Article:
There is limited information regarding the oncologic outcomes from the only prospective randomized trial of rectal cancer surgery, the CLASICC trial.15 In this United Kingdom study, the authors reported a very high rate of positive radial margins in patients undergoing anterior resection both in the open and laparoscopic group. The rate of positive radial margins in the pathologic specimen was 6% for the patients undergoing conventional surgery and 12% for laparoscopic procedures. Although this did not reach statistical significance (p = 0.19), the results are very concerning. Pathologic results from other recent nonrandomized studies did not specifically report radial margins, and therefore no conclusions can be drawn from these selected single-institution studies.44,45 The results of the CLASICC study15 need to be evaluated in a future prospective randomized study before once can say that laparoscopic rectal resection is safe.


Because of the relatively small numbers of patients undergoing laparoscopic proctectomy for rectal cancer reported in the literature and the paucity of randomized, prospective trials, true comparisons of functional outcomes and perioperative morbidity rates between laparoscopic and open proctectomy are lacking. The anastomotic leak rates in some series of laparoscopic anterior resection have been relatively high (9% to 20%),29,30 suggesting that surgeons are still on relatively steep portions of their learning curves. Alternatively, because many leaks are due to inadequate proximal blood supply and tension, it may suggest that surgeons are not enthusiastic about rigorous (and potentially time-consuming) mobilization of the splenic flexure and proximal mesentery when faced with the task of laparoscopic mobilization of the rectum and mesorectum. Results of a large single-institution study reported a leak rate for low pelvic anastomoses of 10%, which is consistent with the leak rate following conventional surgery.45 Good technique by a good surgeon should yield equivalent results whether performed by open or laparoscopic means.

Other postoperative parameters following laparoscopic proctectomy, such as return of bowel function, tolerance of diet, pain scores, and length of stay, have shown similar results to laparoscopic colon resection.29,30,31,32,33,34,35,36,37,38,39,40,41,42,43,44,45,46,47 Most comparative studies report a shorter hospitalization and quicker return of intestinal function following a laparoscopic approach compared with open surgery.

Unique to pelvic surgery is the potential for urinary or sexual dysfunction that occurs following proctectomy. Few reports of laparoscopic proctectomy have addressed this specific issue. Several studies have demonstrated a higher rate of sexual dysfunction following a laparoscopic approach.46,47 In an earlier nonrandomized comparative study from Singapore, laparoscopic mesorectal excision in comparison with conventional surgery resulted in significant male sexual dysfunction.46 Bladder function was not affected by surgery, nor was female sexual function. However, 7 of 15 sexually active males reported impotence or impaired ejaculation compared with only 1 of 22 patients having open surgery. Results of the CLASICC trial were similar.47 In the 347 patients undergoing proctectomy in this trial, a response to urinary and sexual function queries was received in 247 (71%) patients. There was no difference in bladder function between open and laparoscopic procedures. More than 50% of men and women in this study were not sexually active following either open or laparoscopic surgery. In sexually active males, sexual function was worse after a laparoscopic approach (41% versus 23%). However more patients in the laparoscopic group underwent a total mesorectal excision than in the open group, which may have affected the outcomes. Sexual dysfunction was no different among sexually active females. Dysfunction was reported in 28% of women following laparoscopic surgery and 18% following open surgery. While laparoscopy provides a magnified view into the pelvis, which would hopefully reduce the rate of nerve injury, the difficulty of remaining in the right planes may offset the better visualization offered by a laparoscopic approach. This also highlights the learning curve and complexity of the laparoscopic approach to rectal cancer surgery. Future randomized studies will need to verify not only postoperative outcomes and long-term oncologic outcomes but also urinary and sexual function after a laparoscopic resection of the rectum.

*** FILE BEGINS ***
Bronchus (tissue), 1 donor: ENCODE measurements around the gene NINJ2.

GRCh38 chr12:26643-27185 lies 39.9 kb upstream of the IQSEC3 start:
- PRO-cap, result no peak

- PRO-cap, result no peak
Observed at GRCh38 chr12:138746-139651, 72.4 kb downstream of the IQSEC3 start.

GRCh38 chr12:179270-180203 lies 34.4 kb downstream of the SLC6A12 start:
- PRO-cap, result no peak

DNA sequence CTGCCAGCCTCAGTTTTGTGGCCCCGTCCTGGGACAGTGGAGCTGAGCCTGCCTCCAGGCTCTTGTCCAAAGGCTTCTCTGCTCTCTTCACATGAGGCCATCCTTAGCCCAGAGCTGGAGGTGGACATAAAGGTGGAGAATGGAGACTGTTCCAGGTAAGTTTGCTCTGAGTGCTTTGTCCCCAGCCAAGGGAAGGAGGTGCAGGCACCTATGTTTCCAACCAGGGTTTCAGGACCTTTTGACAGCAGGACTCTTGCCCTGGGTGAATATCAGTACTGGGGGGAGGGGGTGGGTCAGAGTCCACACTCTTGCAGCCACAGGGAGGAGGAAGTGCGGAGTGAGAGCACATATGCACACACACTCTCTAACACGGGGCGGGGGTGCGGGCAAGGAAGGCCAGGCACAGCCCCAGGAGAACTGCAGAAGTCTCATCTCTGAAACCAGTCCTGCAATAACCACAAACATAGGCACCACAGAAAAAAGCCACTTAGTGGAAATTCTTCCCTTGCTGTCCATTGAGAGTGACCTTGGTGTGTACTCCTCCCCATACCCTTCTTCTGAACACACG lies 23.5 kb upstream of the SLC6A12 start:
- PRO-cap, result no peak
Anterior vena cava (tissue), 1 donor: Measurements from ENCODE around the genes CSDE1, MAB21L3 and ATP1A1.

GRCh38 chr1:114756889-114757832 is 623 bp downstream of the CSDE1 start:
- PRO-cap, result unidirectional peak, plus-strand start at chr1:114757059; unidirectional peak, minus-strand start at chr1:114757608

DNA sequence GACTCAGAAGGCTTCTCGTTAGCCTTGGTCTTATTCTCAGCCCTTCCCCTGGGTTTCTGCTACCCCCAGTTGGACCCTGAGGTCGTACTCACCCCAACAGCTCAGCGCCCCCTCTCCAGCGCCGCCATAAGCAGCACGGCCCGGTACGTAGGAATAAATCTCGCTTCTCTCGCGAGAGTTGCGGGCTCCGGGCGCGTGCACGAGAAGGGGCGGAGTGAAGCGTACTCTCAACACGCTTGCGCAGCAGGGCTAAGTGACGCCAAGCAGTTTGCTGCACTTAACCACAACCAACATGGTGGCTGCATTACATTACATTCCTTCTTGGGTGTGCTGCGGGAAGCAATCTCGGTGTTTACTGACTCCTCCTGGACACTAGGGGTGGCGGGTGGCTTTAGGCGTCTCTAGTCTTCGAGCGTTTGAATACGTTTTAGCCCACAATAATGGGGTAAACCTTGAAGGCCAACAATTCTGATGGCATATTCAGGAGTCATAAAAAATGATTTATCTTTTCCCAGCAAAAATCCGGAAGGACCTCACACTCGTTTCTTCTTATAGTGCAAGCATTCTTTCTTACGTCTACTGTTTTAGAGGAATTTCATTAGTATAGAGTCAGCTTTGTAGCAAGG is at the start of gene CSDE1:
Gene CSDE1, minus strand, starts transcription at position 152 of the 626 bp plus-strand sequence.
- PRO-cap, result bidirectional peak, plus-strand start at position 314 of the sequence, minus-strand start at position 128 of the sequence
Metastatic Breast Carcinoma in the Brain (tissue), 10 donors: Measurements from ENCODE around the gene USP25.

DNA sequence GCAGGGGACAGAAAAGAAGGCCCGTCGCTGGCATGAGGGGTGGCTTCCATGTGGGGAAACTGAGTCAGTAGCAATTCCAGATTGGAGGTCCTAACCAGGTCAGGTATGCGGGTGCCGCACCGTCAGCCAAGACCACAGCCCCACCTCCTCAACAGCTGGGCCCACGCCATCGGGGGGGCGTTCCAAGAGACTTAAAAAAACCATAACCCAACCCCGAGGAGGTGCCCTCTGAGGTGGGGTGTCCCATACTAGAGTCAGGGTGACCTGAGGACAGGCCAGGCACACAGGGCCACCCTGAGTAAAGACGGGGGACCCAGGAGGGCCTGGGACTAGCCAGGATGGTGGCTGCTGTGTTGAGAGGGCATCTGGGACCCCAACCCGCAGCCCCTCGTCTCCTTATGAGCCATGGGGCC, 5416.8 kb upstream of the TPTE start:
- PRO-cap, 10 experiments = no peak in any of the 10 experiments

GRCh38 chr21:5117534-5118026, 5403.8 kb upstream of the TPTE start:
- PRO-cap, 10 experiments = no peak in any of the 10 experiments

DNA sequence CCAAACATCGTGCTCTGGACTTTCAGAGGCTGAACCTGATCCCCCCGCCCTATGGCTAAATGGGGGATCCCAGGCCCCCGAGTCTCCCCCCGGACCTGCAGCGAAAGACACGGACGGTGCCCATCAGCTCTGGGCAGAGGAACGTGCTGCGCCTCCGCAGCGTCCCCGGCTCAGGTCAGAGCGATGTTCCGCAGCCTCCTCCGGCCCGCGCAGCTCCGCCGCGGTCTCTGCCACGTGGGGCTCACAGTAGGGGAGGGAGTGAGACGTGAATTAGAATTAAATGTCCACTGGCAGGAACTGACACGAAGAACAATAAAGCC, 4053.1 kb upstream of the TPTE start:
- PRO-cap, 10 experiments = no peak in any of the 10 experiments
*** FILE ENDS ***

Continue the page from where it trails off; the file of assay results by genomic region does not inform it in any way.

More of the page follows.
The adoption of laparoscopic techniques to perform curative proctectomy is likely to expand as technical challenges are overcome and experience and training improve. The results of prospective multicenter trials are necessary to ensure that the procedures provide oncologic and functional outcomes equivalent to those of conventional surgery.10 Prospective analysis of outcomes by expert laparoscopic proctectomists will be the first step toward determining whether patients should undergo laparoscopic proctectomy for rectal cancer.